Compare any two graphics cards:
GeForce GTS 250 512MB vs Radeon HD 6570 (OEM) 1GB
IntroThe GeForce GTS 250 512MB uses a 65/55 nm design. nVidia has set the core speed at 738 MHz. The GDDR3 memory runs at a speed of 1100 MHz on this specific model. It features 128 SPUs along with 64 TAUs and 16 ROPs.
Compare all of that to the Radeon HD 6570 (OEM) 1GB, which features core speeds of 650 MHz on the GPU, and 900 MHz on the 1024 MB of GDDR3 memory. It features 480 SPUs as well as 24 Texture Address Units and 8 Rasterization Operator Units.
(No game benchmarks for this combination yet.)
Power Usage and Theoretical Benchmarks
Power Consumption (Max TDP)
Theoretically speaking, the GeForce GTS 250 512MB should be quite a bit faster than the Radeon HD 6570 (OEM) 1GB overall. (explain)
Texel RateThe GeForce GTS 250 512MB will be a lot (about 203%) more effective at anisotropic filtering than the Radeon HD 6570 (OEM) 1GB. (explain)
Pixel RateThe GeForce GTS 250 512MB is quite a bit (approximately 127%) faster with regards to full screen anti-aliasing than the Radeon HD 6570 (OEM) 1GB, and should be capable of handling higher resolutions without losing too much performance. (explain)
Please note that the above 'benchmarks' are all just theoretical - the results were calculated based on the card's specifications, and real-world performance may (and probably will) vary at least a bit.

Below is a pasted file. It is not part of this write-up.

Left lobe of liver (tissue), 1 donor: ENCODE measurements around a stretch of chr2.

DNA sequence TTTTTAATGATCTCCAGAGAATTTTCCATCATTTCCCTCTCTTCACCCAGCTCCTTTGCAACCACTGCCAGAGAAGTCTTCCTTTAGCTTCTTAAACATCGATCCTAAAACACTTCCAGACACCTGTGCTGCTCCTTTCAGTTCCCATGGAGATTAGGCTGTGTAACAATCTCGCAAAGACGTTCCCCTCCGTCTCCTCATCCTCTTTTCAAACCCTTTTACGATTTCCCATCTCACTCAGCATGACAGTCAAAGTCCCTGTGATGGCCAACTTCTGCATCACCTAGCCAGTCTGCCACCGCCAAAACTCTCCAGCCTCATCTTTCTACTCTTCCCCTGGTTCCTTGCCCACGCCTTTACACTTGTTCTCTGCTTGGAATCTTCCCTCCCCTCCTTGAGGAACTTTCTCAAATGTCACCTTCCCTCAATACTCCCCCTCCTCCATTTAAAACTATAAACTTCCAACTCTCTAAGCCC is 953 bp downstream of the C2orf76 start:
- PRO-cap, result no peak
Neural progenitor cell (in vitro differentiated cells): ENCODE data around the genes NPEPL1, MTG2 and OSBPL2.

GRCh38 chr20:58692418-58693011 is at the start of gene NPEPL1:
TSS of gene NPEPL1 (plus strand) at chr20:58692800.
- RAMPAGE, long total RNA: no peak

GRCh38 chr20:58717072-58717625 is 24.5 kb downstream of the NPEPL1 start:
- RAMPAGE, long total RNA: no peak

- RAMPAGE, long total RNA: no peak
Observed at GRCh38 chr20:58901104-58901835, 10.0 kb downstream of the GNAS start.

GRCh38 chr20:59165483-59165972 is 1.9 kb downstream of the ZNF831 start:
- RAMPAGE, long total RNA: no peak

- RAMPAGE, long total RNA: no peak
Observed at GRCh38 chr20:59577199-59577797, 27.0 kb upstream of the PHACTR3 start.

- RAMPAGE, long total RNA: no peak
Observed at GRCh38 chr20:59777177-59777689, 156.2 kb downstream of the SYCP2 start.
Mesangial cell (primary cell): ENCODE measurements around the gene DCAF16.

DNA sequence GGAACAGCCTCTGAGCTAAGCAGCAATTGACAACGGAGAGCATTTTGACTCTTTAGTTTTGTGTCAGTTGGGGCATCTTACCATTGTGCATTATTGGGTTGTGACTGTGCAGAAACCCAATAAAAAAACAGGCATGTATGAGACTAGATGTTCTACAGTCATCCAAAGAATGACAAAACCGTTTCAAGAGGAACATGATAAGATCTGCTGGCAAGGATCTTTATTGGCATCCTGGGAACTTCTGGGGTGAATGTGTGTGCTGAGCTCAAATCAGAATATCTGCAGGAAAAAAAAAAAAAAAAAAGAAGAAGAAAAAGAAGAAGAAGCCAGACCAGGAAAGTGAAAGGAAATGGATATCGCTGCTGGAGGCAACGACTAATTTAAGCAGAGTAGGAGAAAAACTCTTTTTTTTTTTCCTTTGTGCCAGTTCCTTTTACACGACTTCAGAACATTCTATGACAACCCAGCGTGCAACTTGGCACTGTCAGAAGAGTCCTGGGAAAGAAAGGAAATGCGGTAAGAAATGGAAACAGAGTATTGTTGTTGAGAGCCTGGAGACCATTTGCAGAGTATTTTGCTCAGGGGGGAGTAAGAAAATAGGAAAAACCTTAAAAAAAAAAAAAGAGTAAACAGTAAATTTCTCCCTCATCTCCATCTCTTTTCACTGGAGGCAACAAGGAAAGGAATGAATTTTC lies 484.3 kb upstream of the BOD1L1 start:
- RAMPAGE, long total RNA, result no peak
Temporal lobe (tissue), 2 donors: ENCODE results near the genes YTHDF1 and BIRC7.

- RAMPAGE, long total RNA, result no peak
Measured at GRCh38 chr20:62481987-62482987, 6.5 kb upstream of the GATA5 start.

Please note that the price comparisons are based on search keywords - sometimes it might show cards with very similar names that are not exactly the same as the one chosen in the comparison. We do try to filter out the wrong results as best we can, though.
Memory Bandwidth: Memory bandwidth is the largest amount of information (counted in megabytes per second) that can be moved over the external memory interface in one second. It's calculated by multiplying the card's interface width by its memory clock speed. In the case of DDR RAM, it must be multiplied by 2 again. If it uses DDR5, multiply by 4 instead. The higher the card's memory bandwidth, the faster the card will be in general. It especially helps with anti-aliasing, High Dynamic Range and high resolutions.
Texel Rate: Texel rate is the maximum texture map elements (texels) that can be processed per second. This number is calculated by multiplying the total texture units of the card by the core clock speed of the chip. The higher the texel rate, the better the card will be at handling texture filtering (anisotropic filtering - AF). It is measured in millions of texels applied in one second.
Pixel Rate: Pixel rate is the maximum number of pixels that the graphics card could possibly record to its local memory per second - measured in millions of pixels per second. The number is calculated by multiplying the amount of ROPs by the the core speed of the card. ROPs (Raster Operations Pipelines - sometimes also referred to as Render Output Units) are responsible for drawing the pixels (image) on the screen. The actual pixel output rate also depends on many other factors, most notably the memory bandwidth of the card - the lower the memory bandwidth is, the lower the ability to reach the maximum fill rate.